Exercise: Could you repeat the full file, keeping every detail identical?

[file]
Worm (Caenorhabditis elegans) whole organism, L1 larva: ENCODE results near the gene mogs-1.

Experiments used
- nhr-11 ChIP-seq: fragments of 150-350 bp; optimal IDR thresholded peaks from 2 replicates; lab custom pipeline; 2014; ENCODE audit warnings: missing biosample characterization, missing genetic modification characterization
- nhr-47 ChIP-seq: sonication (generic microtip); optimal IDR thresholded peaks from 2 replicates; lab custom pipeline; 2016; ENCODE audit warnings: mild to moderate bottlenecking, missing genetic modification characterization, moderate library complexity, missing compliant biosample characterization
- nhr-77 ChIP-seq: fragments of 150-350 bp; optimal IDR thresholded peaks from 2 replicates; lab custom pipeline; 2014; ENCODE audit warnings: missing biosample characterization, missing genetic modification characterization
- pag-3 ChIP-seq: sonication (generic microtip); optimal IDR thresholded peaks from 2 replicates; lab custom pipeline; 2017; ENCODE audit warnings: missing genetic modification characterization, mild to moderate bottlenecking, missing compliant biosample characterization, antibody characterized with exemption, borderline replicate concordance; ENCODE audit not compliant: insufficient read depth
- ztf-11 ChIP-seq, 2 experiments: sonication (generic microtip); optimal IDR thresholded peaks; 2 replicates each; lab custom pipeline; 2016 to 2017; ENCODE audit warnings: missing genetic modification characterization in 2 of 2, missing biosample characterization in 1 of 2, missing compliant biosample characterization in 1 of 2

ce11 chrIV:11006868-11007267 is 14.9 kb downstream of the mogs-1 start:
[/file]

Worm (Caenorhabditis elegans) whole organism, L1 larva: ENCODE results near the gene mogs-1.

Experiments used
- nhr-11 ChIP-seq: fragments of 150-350 bp; optimal IDR thresholded peaks from 2 replicates; lab custom pipeline; 2014; ENCODE audit warnings: missing biosample characterization, missing genetic modification characterization
- nhr-47 ChIP-seq: sonication (generic microtip); optimal IDR thresholded peaks from 2 replicates; lab custom pipeline; 2016; ENCODE audit warnings: mild to moderate bottlenecking, missing genetic modification characterization, moderate library complexity, missing compliant biosample characterization
- nhr-77 ChIP-seq: fragments of 150-350 bp; optimal IDR thresholded peaks from 2 replicates; lab custom pipeline; 2014; ENCODE audit warnings: missing biosample characterization, missing genetic modification characterization
- pag-3 ChIP-seq: sonication (generic microtip); optimal IDR thresholded peaks from 2 replicates; lab custom pipeline; 2017; ENCODE audit warnings: missing genetic modification characterization, mild to moderate bottlenecking, missing compliant biosample characterization, antibody characterized with exemption, borderline replicate concordance; ENCODE audit not compliant: insufficient read depth
- ztf-11 ChIP-seq, 2 experiments: sonication (generic microtip); optimal IDR thresholded peaks; 2 replicates each; lab custom pipeline; 2016 to 2017; ENCODE audit warnings: missing genetic modification characterization in 2 of 2, missing biosample characterization in 1 of 2, missing compliant biosample characterization in 1 of 2

ce11 chrIV:11006868-11007267 is 14.9 kb downstream of the mogs-1 start: